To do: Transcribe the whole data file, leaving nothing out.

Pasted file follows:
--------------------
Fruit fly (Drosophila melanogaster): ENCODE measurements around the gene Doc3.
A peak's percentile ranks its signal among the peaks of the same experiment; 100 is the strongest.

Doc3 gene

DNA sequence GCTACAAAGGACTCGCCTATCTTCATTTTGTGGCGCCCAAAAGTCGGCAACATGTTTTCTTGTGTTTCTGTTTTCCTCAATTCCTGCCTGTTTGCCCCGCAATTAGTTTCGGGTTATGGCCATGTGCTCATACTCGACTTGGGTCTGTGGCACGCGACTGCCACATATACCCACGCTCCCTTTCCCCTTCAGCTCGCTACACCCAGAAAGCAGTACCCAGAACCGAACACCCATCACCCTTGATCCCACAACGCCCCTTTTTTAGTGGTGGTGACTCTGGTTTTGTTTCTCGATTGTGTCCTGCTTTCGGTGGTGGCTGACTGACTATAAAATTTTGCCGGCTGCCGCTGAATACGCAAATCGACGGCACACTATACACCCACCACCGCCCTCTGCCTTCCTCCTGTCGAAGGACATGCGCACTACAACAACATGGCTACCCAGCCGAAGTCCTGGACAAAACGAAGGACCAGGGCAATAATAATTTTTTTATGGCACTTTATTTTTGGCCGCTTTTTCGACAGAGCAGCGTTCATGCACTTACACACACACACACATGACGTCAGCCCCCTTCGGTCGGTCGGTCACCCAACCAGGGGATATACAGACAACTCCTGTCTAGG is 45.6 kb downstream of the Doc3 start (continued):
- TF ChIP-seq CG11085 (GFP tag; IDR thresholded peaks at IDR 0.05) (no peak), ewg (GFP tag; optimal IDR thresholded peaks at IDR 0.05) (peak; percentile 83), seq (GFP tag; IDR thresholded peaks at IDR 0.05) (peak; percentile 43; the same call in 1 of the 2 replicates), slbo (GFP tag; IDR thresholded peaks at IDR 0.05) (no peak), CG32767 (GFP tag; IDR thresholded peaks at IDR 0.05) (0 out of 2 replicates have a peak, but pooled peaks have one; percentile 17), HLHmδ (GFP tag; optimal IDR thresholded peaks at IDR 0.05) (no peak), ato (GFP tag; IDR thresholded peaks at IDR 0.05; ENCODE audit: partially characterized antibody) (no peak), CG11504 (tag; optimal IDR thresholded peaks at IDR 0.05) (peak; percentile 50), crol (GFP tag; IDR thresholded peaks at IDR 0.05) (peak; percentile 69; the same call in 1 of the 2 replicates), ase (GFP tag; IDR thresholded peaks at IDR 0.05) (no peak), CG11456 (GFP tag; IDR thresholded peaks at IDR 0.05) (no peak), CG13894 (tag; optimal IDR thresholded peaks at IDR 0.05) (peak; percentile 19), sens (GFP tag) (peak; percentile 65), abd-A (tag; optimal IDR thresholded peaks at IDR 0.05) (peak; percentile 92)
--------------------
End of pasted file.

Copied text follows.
Fruit fly (Drosophila melanogaster): ENCODE measurements around the gene Doc3.
A peak's percentile ranks its signal among the peaks of the same experiment; 100 is the strongest.

Doc3 gene

DNA sequence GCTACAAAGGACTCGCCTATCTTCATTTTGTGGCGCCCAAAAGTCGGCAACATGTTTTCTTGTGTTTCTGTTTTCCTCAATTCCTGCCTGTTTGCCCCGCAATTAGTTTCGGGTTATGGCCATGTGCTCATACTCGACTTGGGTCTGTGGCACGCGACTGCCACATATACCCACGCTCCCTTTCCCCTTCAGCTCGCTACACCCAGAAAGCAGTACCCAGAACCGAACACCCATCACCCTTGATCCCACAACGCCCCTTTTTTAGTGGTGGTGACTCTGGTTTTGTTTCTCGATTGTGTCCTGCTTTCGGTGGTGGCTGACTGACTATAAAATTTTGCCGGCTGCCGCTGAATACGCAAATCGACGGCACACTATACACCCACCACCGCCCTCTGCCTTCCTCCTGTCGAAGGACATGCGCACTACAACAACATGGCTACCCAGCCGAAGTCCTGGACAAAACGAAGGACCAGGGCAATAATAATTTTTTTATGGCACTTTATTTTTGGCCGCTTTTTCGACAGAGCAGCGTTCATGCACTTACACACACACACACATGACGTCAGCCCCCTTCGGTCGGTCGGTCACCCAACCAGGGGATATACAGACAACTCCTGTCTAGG is 45.6 kb downstream of the Doc3 start (continued):
- TF ChIP-seq CG11085 (GFP tag; IDR thresholded peaks at IDR 0.05) (no peak), ewg (GFP tag; optimal IDR thresholded peaks at IDR 0.05) (peak; percentile 83), seq (GFP tag; IDR thresholded peaks at IDR 0.05) (peak; percentile 43; the same call in 1 of the 2 replicates), slbo (GFP tag; IDR thresholded peaks at IDR 0.05) (no peak), CG32767 (GFP tag; IDR thresholded peaks at IDR 0.05) (0 out of 2 replicates have a peak, but pooled peaks have one; percentile 17), HLHmδ (GFP tag; optimal IDR thresholded peaks at IDR 0.05) (no peak), ato (GFP tag; IDR thresholded peaks at IDR 0.05; ENCODE audit: partially characterized antibody) (no peak), CG11504 (tag; optimal IDR thresholded peaks at IDR 0.05) (peak; percentile 50), crol (GFP tag; IDR thresholded peaks at IDR 0.05) (peak; percentile 69; the same call in 1 of the 2 replicates), ase (GFP tag; IDR thresholded peaks at IDR 0.05) (no peak), CG11456 (GFP tag; IDR thresholded peaks at IDR 0.05) (no peak), CG13894 (tag; optimal IDR thresholded peaks at IDR 0.05) (peak; percentile 19), sens (GFP tag) (peak; percentile 65), abd-A (tag; optimal IDR thresholded peaks at IDR 0.05) (peak; percentile 92)